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This is an image of the Edmund Pettus Bridge in Selma, Alabama at National Park 

The Edmund Pettus Bridge, Selma, Alabama
Photograph courtesy of the Alabama Historical Commission


Dwight T. Pitcaithley
Chief Historian
National Park Service

The presentation of history in public settings has recently been the subject of great debate in this country. The conceptualization of museum exhibits at the Smithsonian Institution and the Library of Congress prompted a flurry of newspaper, magazine, and television coverage; the development of standards for the exploration of history in the public schools drew significant criticism; Federal funding of cultural programs by the National Endowment for the Humanities prompted extensive debate within Congress. Within the current initiative to reexamine Federal roles and programs, the National Park Service has reorganized and de-centralized, and, in the process, fundamentally altered its approach to managing the National Park System. The Service must now decide how its history program can best respond to these changing cultural and organizational conditions.

As we begin to chart a new course, I am optimistic that the Service can, and will, take advantage of opportunities that were not available during earlier times. As Chief Historian (and twenty year employee of the National Park Service), I am also mindful that the National Park Service has a long tradition of excellence in preservation and education that is emulated in local, state, and private historic sites throughout the country. Our system is not perfect, however. There are many areas that can be refined and strengthened. The following essay reflects my thoughts on the future direction of the program. It is grounded in my conviction that the study of history is not only relevant to our contemporary society, but essential if we are to understand our current condition and create a future based on knowledge and wisdom. It is also based on my belief that to be meaningful, history must be examined totally - the uncomfortable along with the comfortable, the complex along with the simple, the controversial along with the inspirational. We cannot learn from the past unless we explore it in its entirety.

In its sixty-five year history, the National Park Service's history program has undergone significant change. Starting with the hiring of Verne Chatelain in 1931 as the first chief historian, the direction and emphasis of the program has evolved with the changing requirements of the times. (Chatelain was first assigned to the Division of Education under the direction of Harold C. Bryant, but quickly won support for the creation of the Branch of Historic Sites and Buildings.) Chatelain and his fellow historians (at that time, the few historians in the Service were all men) focussed on establishing the role for history within the National Park Service, developing historic preservation standards, and dealing with the crushing demands of the New Deal programs. They also struggled with defining that role in the shadow of Colonial Williamsburg which was successfully setting a new standard for the entire concept of historic preservation. It seems that the program skillfully combined historic preservation issues (philosophical and practical) with the need for high-quality research for both resource management and interpretive purposes.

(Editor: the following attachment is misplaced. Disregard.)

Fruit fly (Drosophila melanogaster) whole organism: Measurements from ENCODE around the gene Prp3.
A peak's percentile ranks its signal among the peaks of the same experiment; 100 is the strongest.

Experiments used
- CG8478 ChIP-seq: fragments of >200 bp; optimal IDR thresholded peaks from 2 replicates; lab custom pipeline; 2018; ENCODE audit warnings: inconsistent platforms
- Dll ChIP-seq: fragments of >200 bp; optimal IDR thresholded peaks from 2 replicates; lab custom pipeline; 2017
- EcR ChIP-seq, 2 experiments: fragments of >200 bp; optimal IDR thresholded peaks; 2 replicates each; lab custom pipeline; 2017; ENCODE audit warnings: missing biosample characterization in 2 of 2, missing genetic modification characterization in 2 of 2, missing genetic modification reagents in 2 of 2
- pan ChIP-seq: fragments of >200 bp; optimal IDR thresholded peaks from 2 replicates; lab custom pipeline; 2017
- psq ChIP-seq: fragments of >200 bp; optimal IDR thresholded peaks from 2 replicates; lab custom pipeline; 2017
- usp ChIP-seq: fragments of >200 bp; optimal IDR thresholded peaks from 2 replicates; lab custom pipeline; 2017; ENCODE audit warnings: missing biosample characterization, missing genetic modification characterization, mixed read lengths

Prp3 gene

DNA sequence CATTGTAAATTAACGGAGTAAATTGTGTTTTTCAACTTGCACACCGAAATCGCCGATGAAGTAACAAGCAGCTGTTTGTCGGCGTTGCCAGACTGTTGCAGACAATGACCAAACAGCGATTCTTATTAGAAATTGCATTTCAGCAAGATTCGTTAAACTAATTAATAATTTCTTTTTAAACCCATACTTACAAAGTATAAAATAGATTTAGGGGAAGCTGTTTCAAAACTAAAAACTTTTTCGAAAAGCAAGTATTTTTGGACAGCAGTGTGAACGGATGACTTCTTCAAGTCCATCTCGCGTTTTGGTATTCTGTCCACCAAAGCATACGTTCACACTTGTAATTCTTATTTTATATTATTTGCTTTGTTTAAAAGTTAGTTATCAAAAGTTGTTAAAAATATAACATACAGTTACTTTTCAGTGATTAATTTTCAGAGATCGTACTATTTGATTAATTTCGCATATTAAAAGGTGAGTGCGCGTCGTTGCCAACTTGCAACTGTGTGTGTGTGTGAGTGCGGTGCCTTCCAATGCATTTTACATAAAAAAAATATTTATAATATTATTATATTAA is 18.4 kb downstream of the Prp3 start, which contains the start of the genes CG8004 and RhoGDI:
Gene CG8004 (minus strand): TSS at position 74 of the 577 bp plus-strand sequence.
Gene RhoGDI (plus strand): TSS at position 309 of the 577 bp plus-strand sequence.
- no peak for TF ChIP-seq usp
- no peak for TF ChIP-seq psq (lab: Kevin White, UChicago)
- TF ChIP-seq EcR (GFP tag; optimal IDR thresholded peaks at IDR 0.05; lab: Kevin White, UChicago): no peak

Following the enactment of the National Historic Preservation Act of 1966 which considerably broadened the definition of preservation throughout the country, NPS historians assumed a leading role in the agency's Section 106 compliance responsibilities. The signing by President Richard M. Nixon of Executive Order 11593 in May of 1971 requiring federal agencies to locate, document, and carefully attend to their historic properties further moved the history program in the direction of legislative compliance and cultural resource management. This focus on the CRM aspects of historic preservation resulted, over time, in a gradual separation of the history program from issues dealing with the interpretation of history and of historic places. Many, if not most, history research projects following 1966 were designed to provide information for the physical preservation (or restoration and reconstruction) of historic sites rather than for the interpretation of those sites to the public. Even though much, if not most, of that research could have been used for educational purposes, the perception was that it had been designed for other purposes. The reality of that estrangement between the history and interpretation programs was that "historians" in the National Park Service became involved almost exclusively in CRM and "interpreters" (although many had, and have, academic backgrounds in history) designed and implemented the Service's educational programs.